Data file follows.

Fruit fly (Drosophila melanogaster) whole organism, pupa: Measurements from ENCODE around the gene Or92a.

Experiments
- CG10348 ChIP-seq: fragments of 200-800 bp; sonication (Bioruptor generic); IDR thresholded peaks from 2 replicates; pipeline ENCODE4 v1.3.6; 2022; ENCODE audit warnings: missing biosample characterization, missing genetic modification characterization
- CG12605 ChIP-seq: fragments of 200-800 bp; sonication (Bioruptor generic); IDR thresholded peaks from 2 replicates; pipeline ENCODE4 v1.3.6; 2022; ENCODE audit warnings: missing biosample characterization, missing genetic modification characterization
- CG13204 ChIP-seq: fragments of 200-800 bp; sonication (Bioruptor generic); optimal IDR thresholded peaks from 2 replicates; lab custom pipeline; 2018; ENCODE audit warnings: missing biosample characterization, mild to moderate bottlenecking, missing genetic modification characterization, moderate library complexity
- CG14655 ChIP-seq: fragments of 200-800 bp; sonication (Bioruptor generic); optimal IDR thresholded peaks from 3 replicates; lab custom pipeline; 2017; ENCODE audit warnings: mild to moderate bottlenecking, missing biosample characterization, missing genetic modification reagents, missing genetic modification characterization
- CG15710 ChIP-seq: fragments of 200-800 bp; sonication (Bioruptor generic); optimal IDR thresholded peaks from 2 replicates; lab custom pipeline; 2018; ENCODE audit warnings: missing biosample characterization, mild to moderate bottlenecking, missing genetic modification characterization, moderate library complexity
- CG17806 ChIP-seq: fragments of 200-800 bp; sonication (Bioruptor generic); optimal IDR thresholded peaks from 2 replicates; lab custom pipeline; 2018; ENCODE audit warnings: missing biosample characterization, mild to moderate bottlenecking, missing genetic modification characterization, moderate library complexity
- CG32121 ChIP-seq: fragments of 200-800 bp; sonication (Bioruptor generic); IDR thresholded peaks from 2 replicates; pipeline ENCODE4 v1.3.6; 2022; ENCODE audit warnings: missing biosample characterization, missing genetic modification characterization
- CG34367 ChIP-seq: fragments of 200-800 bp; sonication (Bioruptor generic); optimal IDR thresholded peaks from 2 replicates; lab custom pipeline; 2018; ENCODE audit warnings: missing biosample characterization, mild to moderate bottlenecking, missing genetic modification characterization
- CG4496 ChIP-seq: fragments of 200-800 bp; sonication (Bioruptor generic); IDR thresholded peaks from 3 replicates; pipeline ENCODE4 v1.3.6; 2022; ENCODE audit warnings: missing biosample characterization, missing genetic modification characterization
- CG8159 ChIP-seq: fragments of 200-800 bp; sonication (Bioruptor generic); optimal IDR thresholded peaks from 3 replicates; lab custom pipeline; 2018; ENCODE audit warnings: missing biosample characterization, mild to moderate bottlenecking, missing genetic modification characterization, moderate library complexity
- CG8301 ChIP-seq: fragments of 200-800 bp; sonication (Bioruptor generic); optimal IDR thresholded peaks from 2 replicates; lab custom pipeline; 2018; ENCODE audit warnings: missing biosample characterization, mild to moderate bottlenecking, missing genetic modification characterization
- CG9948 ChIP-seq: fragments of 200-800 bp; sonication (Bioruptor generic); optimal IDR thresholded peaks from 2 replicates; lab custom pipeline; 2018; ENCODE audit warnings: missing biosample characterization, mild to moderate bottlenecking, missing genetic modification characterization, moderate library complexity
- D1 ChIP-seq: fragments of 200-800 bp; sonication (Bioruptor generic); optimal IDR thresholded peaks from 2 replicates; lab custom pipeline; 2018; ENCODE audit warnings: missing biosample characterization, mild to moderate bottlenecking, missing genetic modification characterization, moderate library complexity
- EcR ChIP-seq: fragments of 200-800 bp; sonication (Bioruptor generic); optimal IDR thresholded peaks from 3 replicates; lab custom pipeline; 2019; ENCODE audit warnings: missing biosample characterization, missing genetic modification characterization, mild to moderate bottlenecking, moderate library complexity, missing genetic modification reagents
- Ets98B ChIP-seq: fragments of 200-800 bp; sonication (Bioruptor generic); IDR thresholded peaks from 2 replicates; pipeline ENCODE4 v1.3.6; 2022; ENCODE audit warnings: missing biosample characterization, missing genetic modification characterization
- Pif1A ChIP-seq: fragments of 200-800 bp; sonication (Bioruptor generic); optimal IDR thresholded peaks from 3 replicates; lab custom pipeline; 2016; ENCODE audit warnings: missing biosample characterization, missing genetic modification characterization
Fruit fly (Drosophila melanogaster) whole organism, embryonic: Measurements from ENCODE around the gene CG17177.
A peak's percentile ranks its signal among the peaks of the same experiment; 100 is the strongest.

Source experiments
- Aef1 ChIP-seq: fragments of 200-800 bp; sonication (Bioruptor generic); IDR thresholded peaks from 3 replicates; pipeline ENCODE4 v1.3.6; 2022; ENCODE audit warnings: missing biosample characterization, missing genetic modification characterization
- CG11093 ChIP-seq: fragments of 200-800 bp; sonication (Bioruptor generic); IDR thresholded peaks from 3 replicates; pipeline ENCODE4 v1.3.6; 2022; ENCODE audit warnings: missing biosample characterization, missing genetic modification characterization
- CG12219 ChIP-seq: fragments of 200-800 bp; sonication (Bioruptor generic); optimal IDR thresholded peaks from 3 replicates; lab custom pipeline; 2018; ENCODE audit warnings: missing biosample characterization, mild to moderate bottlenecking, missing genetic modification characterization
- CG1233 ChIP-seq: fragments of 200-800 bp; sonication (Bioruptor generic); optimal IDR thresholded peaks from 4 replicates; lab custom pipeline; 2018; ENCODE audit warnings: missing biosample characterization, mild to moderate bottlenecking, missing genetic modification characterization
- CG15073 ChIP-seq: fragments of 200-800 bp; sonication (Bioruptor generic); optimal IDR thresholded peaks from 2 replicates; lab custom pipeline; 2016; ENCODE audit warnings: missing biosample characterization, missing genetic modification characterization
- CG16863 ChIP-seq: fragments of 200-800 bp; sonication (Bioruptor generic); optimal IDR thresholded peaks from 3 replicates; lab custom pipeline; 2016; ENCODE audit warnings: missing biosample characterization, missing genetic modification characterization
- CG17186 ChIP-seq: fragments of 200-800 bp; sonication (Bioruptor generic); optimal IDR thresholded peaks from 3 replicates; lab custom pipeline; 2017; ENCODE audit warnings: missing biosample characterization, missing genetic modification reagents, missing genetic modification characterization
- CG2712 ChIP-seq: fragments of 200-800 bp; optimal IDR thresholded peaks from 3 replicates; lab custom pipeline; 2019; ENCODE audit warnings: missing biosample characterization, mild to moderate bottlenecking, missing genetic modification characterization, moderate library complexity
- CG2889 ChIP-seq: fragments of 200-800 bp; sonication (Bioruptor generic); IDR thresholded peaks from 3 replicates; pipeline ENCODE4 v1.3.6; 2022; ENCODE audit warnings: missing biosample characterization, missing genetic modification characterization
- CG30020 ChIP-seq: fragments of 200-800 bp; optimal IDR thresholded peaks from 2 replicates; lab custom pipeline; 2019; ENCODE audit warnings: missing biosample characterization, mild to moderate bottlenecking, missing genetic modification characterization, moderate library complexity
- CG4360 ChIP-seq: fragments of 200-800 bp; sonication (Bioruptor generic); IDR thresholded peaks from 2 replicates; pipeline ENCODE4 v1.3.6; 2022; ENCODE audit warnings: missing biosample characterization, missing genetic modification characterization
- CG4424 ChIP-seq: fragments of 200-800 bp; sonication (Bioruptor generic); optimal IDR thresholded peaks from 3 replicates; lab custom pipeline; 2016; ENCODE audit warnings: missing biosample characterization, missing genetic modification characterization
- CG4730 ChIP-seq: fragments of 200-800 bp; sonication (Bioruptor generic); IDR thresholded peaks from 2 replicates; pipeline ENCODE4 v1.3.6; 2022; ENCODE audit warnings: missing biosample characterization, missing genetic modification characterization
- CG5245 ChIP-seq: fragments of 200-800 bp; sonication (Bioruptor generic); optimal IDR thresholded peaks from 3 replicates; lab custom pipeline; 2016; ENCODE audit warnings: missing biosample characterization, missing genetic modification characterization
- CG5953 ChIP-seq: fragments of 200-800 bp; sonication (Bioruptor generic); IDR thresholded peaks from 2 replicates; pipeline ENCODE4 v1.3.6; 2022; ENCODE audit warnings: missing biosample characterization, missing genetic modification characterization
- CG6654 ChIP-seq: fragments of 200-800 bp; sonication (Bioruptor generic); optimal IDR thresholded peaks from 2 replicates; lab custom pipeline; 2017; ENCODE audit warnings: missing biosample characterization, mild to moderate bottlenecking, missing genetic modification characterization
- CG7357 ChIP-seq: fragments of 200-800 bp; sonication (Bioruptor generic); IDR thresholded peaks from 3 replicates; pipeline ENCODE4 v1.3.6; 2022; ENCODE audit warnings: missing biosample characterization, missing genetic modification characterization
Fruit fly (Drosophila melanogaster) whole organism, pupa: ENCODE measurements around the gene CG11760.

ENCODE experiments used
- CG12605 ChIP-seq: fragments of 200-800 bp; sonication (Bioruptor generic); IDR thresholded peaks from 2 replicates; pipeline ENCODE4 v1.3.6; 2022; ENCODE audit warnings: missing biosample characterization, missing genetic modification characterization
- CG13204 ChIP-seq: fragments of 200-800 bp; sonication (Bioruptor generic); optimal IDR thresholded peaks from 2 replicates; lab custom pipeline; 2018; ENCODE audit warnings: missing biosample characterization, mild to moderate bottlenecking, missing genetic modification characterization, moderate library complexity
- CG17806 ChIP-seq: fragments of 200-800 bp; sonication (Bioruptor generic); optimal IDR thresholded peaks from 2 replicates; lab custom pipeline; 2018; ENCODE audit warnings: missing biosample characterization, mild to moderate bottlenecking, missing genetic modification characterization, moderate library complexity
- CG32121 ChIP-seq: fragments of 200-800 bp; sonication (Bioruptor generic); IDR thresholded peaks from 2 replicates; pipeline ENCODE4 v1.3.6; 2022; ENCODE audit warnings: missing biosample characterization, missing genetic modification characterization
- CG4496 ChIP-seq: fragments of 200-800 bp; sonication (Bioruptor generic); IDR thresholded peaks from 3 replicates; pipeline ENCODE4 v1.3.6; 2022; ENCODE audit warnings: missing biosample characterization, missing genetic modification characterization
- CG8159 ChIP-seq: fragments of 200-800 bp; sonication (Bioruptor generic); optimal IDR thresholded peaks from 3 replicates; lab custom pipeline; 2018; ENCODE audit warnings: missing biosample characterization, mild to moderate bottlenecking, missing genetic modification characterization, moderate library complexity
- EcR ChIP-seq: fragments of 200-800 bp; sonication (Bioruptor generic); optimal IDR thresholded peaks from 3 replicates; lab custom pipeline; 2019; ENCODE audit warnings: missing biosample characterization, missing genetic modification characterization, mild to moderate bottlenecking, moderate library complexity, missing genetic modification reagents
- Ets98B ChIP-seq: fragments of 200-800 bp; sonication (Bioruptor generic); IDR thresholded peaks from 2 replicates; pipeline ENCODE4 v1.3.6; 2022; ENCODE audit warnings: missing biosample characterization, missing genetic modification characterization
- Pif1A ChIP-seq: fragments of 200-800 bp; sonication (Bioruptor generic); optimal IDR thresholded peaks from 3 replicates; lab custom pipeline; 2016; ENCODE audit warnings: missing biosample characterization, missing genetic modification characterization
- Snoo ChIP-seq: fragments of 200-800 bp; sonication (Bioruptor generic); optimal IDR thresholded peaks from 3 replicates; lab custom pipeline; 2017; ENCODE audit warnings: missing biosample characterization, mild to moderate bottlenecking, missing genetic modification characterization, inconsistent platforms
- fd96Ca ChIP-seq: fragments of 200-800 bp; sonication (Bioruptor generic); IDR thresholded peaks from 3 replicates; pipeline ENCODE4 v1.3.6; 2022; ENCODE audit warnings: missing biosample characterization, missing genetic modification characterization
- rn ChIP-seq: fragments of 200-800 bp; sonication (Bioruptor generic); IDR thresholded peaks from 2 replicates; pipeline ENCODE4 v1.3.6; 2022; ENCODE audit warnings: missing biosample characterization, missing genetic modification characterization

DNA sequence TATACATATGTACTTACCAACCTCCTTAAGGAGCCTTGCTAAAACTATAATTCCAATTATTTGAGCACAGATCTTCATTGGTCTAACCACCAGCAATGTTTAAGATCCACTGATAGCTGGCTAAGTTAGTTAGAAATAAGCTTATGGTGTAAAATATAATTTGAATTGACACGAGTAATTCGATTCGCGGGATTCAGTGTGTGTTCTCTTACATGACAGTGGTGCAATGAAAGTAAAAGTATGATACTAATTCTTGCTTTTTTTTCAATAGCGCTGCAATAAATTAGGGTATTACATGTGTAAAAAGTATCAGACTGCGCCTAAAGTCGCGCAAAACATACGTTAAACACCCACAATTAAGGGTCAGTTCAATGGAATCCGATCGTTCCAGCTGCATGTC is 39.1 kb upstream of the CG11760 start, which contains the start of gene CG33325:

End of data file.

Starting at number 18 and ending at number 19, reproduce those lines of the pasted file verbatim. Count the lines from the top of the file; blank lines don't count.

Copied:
- Pif1A ChIP-seq: fragments of 200-800 bp; sonication (Bioruptor generic); optimal IDR thresholded peaks from 3 replicates; lab custom pipeline; 2016; ENCODE audit warnings: missing biosample characterization, missing genetic modification characterization
Fruit fly (Drosophila melanogaster) whole organism, embryonic: Measurements from ENCODE around the gene CG17177.